“Human Side of Health Care” details breast cancer efforts with guests from Medical City, Methodist Health System, and the Mammogram Poster Girls
Sheri Mathis, founder of Mammogram Poster Girls Inc., is a two-time breast cancer survivor (although she much prefers the term conqueror). Both of her sisters have fought and conquered breast cancer as well. In the years since her first diagnosis, she has worked tirelessly to raise awareness and funds for the early detection of breast cancer. She fights for others’ health, having received her diagnoses early, via mammogram, and she has been blessed with a good outcome. She has made it her mission to raise funds for the early detection of breast cancer and mammograms for those unable to afford them. Mathis’ “Pink” fundraisers produced by an army of volunteers, and generous donors like you, have raised over $175,000 to date—and all proceeds raised fund early detection initiatives, and mammograms for those in need. Proceeds from these events have helped hundreds of Southern Dallas women (and men) gain access to early detection.
Her third place after home and work: Tiny Victories, just because you see everybody, from 21 to 70s and 80s, coming in there. And Nova.
Her favorite image of the neighborhood: When I walk with my grandchildren to Annie Stevens Park. Just hanging out and watching how much fun they have at a place where I live. That was one of my first fundraising projects. I was on the Stevens Park Neighborhood Association board. It makes me happy that my grandchildren play on the same equipment that my kids played on.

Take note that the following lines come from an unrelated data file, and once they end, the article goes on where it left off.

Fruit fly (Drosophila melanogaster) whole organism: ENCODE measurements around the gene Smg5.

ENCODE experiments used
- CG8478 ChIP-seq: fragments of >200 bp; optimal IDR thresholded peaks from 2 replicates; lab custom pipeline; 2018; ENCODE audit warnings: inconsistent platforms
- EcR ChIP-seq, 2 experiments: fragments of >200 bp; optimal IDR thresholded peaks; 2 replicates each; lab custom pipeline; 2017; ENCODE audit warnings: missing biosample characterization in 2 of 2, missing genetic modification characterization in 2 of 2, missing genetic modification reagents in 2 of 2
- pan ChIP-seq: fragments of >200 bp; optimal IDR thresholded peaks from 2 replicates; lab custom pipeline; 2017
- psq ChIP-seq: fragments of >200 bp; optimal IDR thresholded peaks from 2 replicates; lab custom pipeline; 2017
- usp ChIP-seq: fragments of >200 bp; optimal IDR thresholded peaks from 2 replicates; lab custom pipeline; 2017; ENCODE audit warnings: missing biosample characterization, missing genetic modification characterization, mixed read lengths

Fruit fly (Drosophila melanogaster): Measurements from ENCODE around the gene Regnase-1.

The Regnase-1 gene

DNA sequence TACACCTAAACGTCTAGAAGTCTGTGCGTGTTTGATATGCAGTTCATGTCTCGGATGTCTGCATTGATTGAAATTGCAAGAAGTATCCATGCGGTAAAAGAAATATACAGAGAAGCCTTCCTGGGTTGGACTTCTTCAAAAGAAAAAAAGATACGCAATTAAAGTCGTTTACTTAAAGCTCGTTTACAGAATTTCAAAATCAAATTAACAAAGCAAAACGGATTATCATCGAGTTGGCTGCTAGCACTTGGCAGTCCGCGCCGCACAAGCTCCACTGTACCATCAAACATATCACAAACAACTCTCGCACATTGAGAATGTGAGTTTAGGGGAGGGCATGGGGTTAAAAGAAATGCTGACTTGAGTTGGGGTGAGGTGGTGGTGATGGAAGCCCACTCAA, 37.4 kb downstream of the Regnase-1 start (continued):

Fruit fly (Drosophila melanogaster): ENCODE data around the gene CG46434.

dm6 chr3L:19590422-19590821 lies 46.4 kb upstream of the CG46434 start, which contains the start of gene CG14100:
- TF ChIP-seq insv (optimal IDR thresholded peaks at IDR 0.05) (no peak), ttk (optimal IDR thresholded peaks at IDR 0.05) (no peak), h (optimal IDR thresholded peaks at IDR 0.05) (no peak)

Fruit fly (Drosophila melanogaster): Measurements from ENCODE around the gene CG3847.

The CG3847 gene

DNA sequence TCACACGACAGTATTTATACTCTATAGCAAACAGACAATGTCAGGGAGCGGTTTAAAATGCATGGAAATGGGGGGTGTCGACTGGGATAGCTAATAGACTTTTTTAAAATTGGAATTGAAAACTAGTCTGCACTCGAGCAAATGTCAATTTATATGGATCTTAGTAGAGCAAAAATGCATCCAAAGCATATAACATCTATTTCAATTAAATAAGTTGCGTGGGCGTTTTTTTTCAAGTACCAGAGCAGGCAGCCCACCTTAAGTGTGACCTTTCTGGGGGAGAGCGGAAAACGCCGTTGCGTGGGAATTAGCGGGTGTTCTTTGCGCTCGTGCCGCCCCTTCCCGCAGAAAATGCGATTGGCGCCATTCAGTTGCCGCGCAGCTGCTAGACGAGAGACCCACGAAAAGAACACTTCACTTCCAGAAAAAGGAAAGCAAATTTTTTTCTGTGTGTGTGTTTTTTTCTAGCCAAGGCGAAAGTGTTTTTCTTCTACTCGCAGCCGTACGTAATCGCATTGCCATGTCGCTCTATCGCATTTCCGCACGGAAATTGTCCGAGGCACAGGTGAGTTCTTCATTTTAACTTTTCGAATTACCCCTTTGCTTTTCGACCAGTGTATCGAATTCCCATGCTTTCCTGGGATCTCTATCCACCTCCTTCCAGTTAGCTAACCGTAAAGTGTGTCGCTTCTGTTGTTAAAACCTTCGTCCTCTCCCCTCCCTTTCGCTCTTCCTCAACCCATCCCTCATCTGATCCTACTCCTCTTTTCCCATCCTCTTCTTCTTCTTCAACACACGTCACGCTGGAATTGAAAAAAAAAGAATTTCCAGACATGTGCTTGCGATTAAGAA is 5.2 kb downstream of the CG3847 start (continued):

Accomplishment she’s most proud of: I’ve kept all three children alive at this point. But they’ve also taken initiative and are making their way in the world.
The most challenging thing she’s overcome: Losing my mother [who died the same week as one of Mathis’ major surgeries]. When you lose your mother, you lose your anchor. The scariest is that my mother was a bit of a hoarder. She was a keeper of memories and things. My biggest fear was having to go through her house, which is exactly what we did, and decide what stayed, what went. And we kept the important stuff. We kept the letters and mementos. But you can’t keep everything.
The best advice she’s ever received: Don’t give up. Never give up.
The best gift she’s received: My grandchildren. The gift of a second chance. Second to that would be when I got new boobs and a tummy tuck on my birthday.
Her greatest influence: My mother, for both the good and the bad. I would never be like her or I want to be like her, depending on the time.
What she looks for in volunteers: People with a passion for our mission, and doers. I don’t need any figureheads. I need hands-on people. We always need help. [Call her at 214.908.8741 to volunteer].
Advice for her younger self: Worry less. Same advice I would give to my older self, and I’m not very good at worrying less.
On the local nonprofits she supports: Methodist Hospitals of Dallas Guild, the Methodist Healthcare Foundation, Rosemont Early Childhood PTA and Rosemont Elementary, Reagan Elementary.
How she relaxes: On a raft in the pool slathered with SPF 30.
The biggest problem facing our neighborhood: How to best grow and not lose who we are. And, of course, I work for a developer. I’ve been here when we didn’t have a grocery store or a restaurant, but we also don’t want to outgrow ourselves.
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